Energy drinks are commonly consumed to help people feel more energized, but they could be stealing your energy. Learn how they work, and the downside to consuming them on a regular basis.
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“I want more energy.” This is a statement I hear almost daily from clients, friends or family. We’re all looking for a way to feel more energized. It’s no wonder grabbing an “energy drink” sounds like the perfect solution. What’s more enticing than a quick fix of energy?
Energy drinks are hot, but before you slurp one down, let’s talk about what they are and whether they truly help you feel more energized.
What Are Energy Drinks?
Energy drinks are beverages that contain large amounts of caffeine, along with other ingredients like B vitamins, amino acids and herbal stimulants (such as guarana and ginseng.) Some energy drinks have sugar, while others do not.
When I first wrote this post years ago, most energy drinks contained around 80 mg of caffeine per serving. That’s the equivalent of a cup of coffee. Over the years, though, the amount of caffeine found in these beverages has exploded. Today, you can find energy drinks with over 300 mg of caffeine per serving. Most of them contain between 100-300 mg of caffeine.
Back then, it was also common for energy drinks to contain sugar. That’s changed a lot, too. As consumers became more conscious of their sugar intake, energy drink made without sugar became more mainstream. Today, it’s more common to find these drinks made with artificial sweeteners, than it is to find ones with sugar.
The herbal ingredients used to formulate energy drinks has changed, too. With so many different options available, it’s absolutely critical to read the label to understand exactly what you are drinking.
How Do Energy Drinks Provide Energy?
Scientifically speaking, energy is produced from the breakdown of macronutrients, most notably carbohydrates. Our brain and muscles use carbohydrates to help us focus and do work. Energy drinks that are formulated with sugar, which is a carbohydrate, technically supply an energy source. It’s the same energy supplies by other sugar-sweetened beverages, or other sugary food.
Energy drinks are not referring to sugar as a source of energy, though. They’re referring to the caffeine, herbal supplements and B-vitamins.
How To B-Vitamins Provide Energy?
B-vitamins are often referred to as energy vitamins because of their job in the body. They do not provide energy, but instead, they facilitate the work of cells and are necessary for energy production. To help you understand this, think of the macronutrients – carbohydrates, proteins and fats – as the fuel, and B-vitamins as the key needed to unlock and release them. All B-vitamins play a role in cellular metabolism and energy production, but B-12 in particular, is the found in many energy drinks.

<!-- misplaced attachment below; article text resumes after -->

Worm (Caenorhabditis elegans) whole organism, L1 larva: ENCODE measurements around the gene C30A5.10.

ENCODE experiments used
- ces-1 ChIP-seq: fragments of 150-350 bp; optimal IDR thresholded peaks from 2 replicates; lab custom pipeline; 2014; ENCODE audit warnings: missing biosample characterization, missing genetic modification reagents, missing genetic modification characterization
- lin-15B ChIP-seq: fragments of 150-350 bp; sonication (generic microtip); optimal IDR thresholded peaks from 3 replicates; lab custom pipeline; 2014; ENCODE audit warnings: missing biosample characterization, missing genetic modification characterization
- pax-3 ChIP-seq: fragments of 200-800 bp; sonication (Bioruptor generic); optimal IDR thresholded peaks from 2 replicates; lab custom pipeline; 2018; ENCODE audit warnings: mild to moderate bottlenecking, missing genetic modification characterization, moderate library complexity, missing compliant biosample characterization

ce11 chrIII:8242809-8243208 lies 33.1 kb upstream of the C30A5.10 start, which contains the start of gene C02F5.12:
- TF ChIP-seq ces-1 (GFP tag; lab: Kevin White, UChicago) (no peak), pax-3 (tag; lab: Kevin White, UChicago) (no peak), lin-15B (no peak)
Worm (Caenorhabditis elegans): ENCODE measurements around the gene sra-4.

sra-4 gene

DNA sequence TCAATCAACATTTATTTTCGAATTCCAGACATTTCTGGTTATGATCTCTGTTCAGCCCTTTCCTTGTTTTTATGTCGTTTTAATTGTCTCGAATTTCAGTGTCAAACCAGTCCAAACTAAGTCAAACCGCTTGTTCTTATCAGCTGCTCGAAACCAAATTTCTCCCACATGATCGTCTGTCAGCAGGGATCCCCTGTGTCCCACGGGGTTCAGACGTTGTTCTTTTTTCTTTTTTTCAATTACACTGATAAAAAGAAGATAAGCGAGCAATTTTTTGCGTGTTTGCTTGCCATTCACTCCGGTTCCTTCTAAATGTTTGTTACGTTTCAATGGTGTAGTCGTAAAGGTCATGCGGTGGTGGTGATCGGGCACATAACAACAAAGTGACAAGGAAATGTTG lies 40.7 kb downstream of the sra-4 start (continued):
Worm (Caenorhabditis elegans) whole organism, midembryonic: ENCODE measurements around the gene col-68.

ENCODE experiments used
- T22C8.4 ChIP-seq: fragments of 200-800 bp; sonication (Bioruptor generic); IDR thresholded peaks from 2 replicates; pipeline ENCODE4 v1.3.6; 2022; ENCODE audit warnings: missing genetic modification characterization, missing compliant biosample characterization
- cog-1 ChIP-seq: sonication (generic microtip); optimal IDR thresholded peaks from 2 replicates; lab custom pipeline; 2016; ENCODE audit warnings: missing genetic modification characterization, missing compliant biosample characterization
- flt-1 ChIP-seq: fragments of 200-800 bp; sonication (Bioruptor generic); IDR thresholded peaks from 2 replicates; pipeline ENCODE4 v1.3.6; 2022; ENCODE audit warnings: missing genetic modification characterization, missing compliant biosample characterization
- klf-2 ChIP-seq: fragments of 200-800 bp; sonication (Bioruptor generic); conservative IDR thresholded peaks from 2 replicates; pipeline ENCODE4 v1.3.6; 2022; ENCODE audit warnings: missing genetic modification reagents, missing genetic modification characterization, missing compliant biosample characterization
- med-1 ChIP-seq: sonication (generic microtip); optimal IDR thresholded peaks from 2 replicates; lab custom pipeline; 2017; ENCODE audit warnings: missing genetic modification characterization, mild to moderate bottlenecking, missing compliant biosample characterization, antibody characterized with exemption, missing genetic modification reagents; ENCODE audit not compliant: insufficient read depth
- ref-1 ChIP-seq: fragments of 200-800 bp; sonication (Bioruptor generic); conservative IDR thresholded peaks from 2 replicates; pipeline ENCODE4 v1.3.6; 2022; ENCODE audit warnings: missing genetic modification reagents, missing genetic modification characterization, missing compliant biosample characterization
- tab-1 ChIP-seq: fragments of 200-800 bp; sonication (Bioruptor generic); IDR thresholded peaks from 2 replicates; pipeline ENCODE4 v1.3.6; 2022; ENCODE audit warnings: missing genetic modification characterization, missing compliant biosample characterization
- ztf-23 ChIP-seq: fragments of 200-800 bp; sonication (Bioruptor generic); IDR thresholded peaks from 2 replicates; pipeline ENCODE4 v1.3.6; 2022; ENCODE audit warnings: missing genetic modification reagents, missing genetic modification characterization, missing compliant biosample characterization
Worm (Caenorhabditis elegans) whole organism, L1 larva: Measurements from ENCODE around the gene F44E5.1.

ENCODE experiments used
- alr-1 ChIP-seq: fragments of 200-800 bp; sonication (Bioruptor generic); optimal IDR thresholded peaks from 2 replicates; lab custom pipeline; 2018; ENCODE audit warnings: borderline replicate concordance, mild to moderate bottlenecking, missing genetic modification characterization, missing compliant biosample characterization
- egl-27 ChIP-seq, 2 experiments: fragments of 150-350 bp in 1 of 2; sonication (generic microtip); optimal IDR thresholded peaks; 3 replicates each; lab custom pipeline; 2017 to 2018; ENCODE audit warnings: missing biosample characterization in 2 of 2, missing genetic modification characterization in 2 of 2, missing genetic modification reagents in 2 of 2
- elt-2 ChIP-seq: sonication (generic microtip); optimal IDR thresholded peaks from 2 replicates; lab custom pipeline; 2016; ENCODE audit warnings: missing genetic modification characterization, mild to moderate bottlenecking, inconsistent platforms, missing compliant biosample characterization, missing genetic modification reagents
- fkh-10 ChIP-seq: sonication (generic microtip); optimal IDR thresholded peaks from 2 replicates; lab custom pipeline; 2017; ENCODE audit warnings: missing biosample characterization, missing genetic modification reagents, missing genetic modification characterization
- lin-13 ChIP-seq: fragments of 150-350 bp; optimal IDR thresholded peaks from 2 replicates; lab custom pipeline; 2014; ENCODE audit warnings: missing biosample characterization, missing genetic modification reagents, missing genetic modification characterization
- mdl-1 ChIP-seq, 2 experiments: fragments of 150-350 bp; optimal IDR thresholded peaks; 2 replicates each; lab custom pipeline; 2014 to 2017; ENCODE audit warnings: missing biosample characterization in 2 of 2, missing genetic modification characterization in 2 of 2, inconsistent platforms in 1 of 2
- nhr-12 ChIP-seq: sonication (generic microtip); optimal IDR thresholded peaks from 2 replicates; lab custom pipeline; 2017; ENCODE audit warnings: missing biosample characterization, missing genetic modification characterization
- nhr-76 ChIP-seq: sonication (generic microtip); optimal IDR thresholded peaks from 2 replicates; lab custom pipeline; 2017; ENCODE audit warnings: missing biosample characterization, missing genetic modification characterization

Inadequate vitamin B-12 intake can result in feeling of tiredness and weakness, among other things. You can read more about the role and deficiency symptoms of Vitamin B-12 here.
The thing is, consuming large amount of B-12 not necessarily going to solve a B-12 deficiency, especially if the issue is an absorption problem. If you suspect you have a B-12 deficiency, you should talk to your doctor about it so that you can get proper treatment. Vitamin B-12 deficiency is a problem, and not something you should attempt to fix by consuming tons of energy drinks.
The rationale for including B vitamins in an energy drink is to support energy production. But, if you are getting adequate B vitamins through your diet, consuming extra won’t make you more energized. More than likely, it’s the caffeine and herbal supplements that are producing the ergogenic effects of the drink.
Caffeine Combined With Herbal Supplements
Caffeine alone affects individuals differently. Some people feel the effects after only a small amount, while others don’t seem to notice much effect at all. The problem is, combining the two can exacerbate the effects of the stimulants.
The uplifting effects of energy drinks are short lived and when they wear off you’ll feel anything but energized.
What Is The Downside Of Energy Drinks?
Drinking sugar and consuming caffeine may provide you with a temporary boost, but that’s not all they can give you. The combination of caffeine and herbal compounds can cause feelings of nervousness, irritability, increased heart rate and insomnia. One review study, looking at the effects of energy drinks on adolescents, gives more insight into the negative side effects they can have. This is why it’s important to understand the consequences of consuming such beverages.
How To Boost Energy Levels, Naturally
The good news is, you don’t need an energy drink to feel energized. If you feel like you do, assess the other aspects of your lifestyle to determine a cause. Maybe you are not drinking enough water. Maybe, it’s stress, or you just need more sleep. Perhaps the consumption of energy drinks is making it difficult for you to fall asleep, which in turn makes you feel tired the next day. I talk about this viscous cycle in my book, Fueling Young Athletes. You feel tired, so you drink an energy drink. That results in trouble sleeping, which leads to feelings of fatigue, which leads to you drinking another energy drink.
The truth is, energy drinks could be what’s zapping your energy.